Energy Efficient Wood Buildings

Strategies for achieving energy objectives with wood-frame structures
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Air Barriers

The control of air flow through the use of air-barrier systems is important to, among other things, minimize the loss of conditioned air through the building enclosures. Air-barrier systems are required for all multi-unit residential buildings in all climate zones.

The air barrier is the means of preventing air leakage through the building envelope. A building’s air barrier should be continuous, integrating all the exterior envelope systems—e.g., the wall air barrier with the roof air barrier, etc. The air barrier can be installed on the interior or exterior of the building envelope. An efficient and cost-effective way to achieve an effective air barrier on walls is to incorporate a continuous, solid layer on the exterior of a building. The continuous solid material should be stiff enough to minimize the amount of deflection when pressure is applied to tape or sealants in order to create an effective seal when applied to panel joints and around wall penetrations. Panel joints need to be properly sealed to complete an air barrier assembly.

Continuous wood structural panel sheathing is commonly used as part of an air barrier system for exterior walls. The architect typically details how panel joints and openings are to be sealed—usually with tape or sealant specifically recommended for use on plywood or oriented strand board (OSB). Using continuous structural sheathing as part of the air barrier system also provides a solid support base for exterior cladding systems while increasing the structure’s earthquake and wind resistance.

The exterior, sealed sheathing air barrier approach meets the key requirements of an effective air barrier system—i.e., that all elements (materials) be air-impermeable, that it be continuous throughout the building enclosure, structurally adequate and sufficiently rigid, and that it have a service life as long as that of the wall and roof assembly components.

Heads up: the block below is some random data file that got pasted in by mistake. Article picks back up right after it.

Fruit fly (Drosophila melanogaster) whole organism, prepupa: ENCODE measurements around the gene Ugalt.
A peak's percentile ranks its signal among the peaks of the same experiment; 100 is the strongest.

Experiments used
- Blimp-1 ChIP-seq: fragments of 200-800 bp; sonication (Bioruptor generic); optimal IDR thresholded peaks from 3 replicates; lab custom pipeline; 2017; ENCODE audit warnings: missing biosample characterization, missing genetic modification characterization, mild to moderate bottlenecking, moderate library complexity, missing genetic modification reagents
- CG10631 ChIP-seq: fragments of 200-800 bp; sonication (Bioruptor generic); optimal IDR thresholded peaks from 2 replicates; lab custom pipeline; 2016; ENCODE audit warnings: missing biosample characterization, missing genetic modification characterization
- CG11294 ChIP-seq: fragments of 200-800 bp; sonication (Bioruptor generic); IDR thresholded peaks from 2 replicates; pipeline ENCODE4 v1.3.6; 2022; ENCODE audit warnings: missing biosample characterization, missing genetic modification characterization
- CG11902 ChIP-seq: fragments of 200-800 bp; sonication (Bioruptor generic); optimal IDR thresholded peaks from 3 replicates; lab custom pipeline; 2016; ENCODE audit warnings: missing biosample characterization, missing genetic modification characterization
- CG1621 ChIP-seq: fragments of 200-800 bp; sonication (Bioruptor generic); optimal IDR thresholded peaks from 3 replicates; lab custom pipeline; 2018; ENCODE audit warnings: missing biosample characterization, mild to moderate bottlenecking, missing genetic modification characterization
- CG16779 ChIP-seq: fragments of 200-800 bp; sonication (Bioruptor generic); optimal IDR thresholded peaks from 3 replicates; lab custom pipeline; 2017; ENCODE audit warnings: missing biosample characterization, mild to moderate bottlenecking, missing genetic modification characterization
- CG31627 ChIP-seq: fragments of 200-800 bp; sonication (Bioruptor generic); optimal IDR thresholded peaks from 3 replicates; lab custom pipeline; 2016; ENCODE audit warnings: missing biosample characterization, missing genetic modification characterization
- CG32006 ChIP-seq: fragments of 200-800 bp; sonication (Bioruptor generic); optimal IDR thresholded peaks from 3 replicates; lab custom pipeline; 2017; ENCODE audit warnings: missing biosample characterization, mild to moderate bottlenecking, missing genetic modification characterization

Photo courtesy of APA – The Engineered Wood Association

The exterior, sealed sheathing air barrier approach meets the key requirements of an effective air barrier system—i.e., that all elements (materials) be air-impermeable, that it be continuous throughout the building enclosure, structurally adequate and sufficiently rigid, and that it have a service life as long as that of the wall and roof assembly components.

When using continuous wood structural panels as the air barrier:

  • Panels should not be glued directly to framing. This approach is restricted in high Seismic Design Categories per the American Wood Council’s Special Design Provisions for Wind and Seismic (SDPWS) Section 4.3.6.1. Gluing wall sheathing to framing also restricts wood panels from expanding as moisture is absorbed, which can contribute to out-of-plane buckling.
  • Make sure that any sealant or tape used to complete the air barrier does not impede the ability of the panels to expand when exposed to increased humidity in the wall cavity or wetting due to construction delays. Anything that prevents panel expansion into the recommended 1/8-inch spacing between panels could result in buckling of the wall sheathing. Also, make sure the tape is rated to be used as part of an air barrier system.